Hancock Prospecting sets sights on rare earths

Company News

by Glenn Dyer

After spending billions to secure an overpriced position in lithium, Gina Rinehart and her company, Hancock Prospecting, are now setting their sights on rare earths. Their latest move involves acquiring a stake in Lynas Rare Earths (ASX:LYC), the largest miner of this crucial material outside of China.

Last week, it was revealed that Hancock and Rinehart had amassed a $212 million stake in the US rare earths group, MP Materials. This is the same company that Lynas Rare Earths approached earlier this year for a merger, only to be turned down.

On Tuesday evening, well after the market had closed, Hancock and Gina Rinehart emerged as significant shareholders in Lynas Rare Earths after a $49 million raid on the company over the past week or so. Hancock Prospecting disclosed owning a 5.82% stake in Lynas, sparking speculation that Rinehart could play a major role in renewed merger talks between Lynas and MP Materials.

Lynas shares ended Tuesday at $6.09, a decrease of just under 1%, marking a 15% decline for the year to date. Shares in MP Materials also fell by 0.9% on Tuesday.

This move on Lynas brings to mind Rinehart's previous endeavor, where she spent $1.2 billion to acquire a blocking stake in the lithium group Liontown Resources. This action prevented other shareholders from accepting a $3 per share offer from the US giant Albemarle. However, given that she paid around $3 per share for her 19% stake, Rinehart is now facing a massive loss, with Liontown shares trading at $1.18 on Tuesday's close.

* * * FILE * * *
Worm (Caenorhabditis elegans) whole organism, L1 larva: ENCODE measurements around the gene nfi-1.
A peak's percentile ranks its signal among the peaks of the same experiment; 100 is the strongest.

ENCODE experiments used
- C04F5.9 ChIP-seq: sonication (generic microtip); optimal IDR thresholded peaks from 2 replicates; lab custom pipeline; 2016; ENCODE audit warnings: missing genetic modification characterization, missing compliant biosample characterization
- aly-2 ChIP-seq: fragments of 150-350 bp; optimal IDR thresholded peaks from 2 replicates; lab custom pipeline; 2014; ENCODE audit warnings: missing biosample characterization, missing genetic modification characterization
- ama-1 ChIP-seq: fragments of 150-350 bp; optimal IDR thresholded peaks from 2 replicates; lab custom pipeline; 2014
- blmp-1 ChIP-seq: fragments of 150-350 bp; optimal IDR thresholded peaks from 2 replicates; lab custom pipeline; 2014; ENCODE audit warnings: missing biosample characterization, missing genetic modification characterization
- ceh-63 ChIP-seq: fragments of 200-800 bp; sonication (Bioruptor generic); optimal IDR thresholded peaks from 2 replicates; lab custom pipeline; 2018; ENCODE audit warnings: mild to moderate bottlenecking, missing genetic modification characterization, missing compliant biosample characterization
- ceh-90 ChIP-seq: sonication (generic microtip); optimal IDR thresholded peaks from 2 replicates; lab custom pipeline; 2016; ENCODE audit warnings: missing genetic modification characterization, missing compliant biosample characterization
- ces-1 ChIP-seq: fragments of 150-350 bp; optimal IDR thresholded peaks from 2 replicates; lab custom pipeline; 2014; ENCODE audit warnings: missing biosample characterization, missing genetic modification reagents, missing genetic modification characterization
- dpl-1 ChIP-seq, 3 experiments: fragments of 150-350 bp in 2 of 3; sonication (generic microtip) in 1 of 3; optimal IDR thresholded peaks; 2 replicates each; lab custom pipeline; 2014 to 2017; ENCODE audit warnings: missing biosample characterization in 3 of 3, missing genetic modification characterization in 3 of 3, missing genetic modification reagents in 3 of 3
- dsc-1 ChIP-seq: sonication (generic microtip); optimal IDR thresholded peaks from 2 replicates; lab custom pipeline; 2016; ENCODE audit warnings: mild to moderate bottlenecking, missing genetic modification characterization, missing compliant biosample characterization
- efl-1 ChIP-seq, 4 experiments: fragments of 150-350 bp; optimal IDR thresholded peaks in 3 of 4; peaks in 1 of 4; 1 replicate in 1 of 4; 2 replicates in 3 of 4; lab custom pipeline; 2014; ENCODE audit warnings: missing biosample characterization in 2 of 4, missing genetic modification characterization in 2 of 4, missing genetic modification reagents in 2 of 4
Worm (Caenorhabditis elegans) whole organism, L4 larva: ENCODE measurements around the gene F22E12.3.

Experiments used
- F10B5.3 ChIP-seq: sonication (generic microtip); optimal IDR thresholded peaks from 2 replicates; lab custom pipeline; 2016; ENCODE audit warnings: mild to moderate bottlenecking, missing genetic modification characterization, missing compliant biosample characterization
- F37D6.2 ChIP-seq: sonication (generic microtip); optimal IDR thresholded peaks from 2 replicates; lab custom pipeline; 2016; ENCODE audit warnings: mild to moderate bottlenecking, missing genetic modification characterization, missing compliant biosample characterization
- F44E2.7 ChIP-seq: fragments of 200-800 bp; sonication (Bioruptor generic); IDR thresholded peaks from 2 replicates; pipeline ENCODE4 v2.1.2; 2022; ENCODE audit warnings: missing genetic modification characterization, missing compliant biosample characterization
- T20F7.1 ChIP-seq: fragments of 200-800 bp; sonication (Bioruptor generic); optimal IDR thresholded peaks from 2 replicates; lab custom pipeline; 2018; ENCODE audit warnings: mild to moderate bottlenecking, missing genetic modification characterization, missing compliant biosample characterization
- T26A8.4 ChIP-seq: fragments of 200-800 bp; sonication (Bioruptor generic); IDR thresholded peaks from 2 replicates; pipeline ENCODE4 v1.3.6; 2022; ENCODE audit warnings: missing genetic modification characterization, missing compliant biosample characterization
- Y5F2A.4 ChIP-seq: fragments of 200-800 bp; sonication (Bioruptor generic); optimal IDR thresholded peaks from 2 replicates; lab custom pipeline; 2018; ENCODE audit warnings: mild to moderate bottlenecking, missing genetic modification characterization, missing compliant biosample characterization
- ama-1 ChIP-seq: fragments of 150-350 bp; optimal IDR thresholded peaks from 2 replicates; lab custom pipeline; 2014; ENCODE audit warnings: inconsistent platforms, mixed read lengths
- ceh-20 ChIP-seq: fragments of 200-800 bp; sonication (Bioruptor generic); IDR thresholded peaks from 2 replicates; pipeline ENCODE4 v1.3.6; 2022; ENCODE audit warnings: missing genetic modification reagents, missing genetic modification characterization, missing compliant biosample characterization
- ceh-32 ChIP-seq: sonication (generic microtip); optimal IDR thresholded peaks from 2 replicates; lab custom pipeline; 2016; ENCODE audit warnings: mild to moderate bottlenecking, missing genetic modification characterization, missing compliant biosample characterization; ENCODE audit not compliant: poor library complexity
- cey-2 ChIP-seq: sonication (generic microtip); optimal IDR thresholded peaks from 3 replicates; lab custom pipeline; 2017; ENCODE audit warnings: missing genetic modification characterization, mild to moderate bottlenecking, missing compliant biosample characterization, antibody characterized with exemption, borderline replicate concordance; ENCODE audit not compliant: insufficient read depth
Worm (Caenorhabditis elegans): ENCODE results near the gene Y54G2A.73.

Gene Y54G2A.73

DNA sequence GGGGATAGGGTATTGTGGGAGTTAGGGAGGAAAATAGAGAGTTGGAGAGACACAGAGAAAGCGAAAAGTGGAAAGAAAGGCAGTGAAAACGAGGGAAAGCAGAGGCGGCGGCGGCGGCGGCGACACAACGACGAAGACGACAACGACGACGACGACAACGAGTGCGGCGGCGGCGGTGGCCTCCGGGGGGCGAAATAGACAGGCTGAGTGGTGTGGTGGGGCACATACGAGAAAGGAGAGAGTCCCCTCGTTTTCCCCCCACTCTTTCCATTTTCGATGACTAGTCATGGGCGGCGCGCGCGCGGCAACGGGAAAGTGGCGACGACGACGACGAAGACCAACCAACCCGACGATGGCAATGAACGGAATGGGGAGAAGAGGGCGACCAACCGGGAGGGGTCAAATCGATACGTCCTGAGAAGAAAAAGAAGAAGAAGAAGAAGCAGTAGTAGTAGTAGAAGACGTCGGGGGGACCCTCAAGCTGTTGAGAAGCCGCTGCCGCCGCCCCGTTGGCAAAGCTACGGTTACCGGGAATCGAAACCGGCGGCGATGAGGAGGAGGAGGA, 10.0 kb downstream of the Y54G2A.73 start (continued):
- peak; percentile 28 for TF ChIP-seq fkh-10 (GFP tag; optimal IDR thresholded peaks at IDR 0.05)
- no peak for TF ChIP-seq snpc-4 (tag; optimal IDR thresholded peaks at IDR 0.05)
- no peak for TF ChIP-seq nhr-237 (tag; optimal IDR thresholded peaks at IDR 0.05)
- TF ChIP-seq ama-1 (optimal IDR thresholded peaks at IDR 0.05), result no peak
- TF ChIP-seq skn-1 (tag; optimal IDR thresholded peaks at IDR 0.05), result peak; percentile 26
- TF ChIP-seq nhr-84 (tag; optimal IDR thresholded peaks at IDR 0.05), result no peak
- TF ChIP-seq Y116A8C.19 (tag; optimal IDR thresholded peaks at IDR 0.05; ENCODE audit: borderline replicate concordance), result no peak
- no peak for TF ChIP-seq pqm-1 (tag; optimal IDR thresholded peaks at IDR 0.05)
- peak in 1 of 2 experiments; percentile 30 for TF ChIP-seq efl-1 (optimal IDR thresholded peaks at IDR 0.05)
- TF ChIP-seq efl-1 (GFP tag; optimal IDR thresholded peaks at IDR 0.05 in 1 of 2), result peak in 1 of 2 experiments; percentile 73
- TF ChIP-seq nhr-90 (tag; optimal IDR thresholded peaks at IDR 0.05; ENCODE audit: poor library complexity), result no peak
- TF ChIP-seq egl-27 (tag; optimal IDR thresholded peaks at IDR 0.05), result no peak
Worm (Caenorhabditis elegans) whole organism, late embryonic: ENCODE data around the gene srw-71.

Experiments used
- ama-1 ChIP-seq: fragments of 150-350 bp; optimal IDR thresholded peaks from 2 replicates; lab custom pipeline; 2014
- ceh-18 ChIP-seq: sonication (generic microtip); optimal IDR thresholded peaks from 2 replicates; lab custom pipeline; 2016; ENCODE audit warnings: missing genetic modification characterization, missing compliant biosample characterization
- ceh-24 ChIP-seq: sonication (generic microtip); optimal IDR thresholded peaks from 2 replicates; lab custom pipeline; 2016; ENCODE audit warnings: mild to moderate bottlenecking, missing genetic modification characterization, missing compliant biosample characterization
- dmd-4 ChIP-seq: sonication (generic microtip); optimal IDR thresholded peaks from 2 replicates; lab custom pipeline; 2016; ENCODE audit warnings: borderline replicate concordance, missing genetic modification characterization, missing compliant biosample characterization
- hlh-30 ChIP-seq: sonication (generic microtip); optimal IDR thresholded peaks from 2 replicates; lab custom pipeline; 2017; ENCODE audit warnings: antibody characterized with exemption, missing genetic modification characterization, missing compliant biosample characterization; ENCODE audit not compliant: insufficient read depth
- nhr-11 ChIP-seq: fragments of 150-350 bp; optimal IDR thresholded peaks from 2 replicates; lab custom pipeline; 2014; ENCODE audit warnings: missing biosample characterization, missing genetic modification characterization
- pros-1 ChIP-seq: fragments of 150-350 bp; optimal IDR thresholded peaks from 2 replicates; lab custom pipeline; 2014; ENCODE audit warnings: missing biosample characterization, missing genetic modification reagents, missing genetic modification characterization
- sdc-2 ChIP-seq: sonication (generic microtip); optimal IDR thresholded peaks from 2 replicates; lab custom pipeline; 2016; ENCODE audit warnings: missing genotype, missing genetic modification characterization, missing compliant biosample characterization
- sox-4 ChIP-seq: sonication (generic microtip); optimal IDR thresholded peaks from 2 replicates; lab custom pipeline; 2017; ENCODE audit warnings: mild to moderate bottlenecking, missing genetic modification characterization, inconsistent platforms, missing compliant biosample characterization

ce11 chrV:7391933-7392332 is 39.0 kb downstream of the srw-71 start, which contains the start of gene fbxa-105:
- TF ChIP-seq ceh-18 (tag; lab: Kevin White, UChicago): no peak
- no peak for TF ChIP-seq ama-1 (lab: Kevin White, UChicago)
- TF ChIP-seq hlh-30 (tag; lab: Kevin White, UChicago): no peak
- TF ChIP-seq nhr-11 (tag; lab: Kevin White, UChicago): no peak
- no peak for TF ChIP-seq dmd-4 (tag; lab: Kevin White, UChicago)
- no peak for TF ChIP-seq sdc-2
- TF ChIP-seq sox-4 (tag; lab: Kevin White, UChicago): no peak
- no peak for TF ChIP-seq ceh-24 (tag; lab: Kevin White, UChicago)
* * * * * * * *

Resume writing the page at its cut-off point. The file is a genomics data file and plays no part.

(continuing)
Albemarle emerged victorious in this scenario, avoiding the need to spend $A6.6 billion in cash to acquire Liontown. This move shielded the company from significant financial pressure during the downturn in lithium prices and the subsequent sell-off that occurred during the bid process, further exacerbated by Rinehart's company's raid.

Hancock and Rinehart also thwarted a bid for Azure Minerals, which owns 60% of a highly prospective lithium prospect in the Pilbara. SQM, the Chilean lithium giant, had been pursuing Azure Minerals and launched an offer. Hancock countered by building a potentially blocking stake. After a brief standoff, the two companies collaborated to make a $3.70 per share offer for Azure. While this values Azure at $1.1 billion, considering the collapse in the Liontown share price, the actual current market value would likely be a third of that figure.

Glenn Dyer

Glenn Dyer has been a finance journalist and TV producer for more than 40 years. He has worked at Maxwell Newton Publications, Queensland Newspapers, AAP, The Australian Financial Review, The Nine Network and Crikey.

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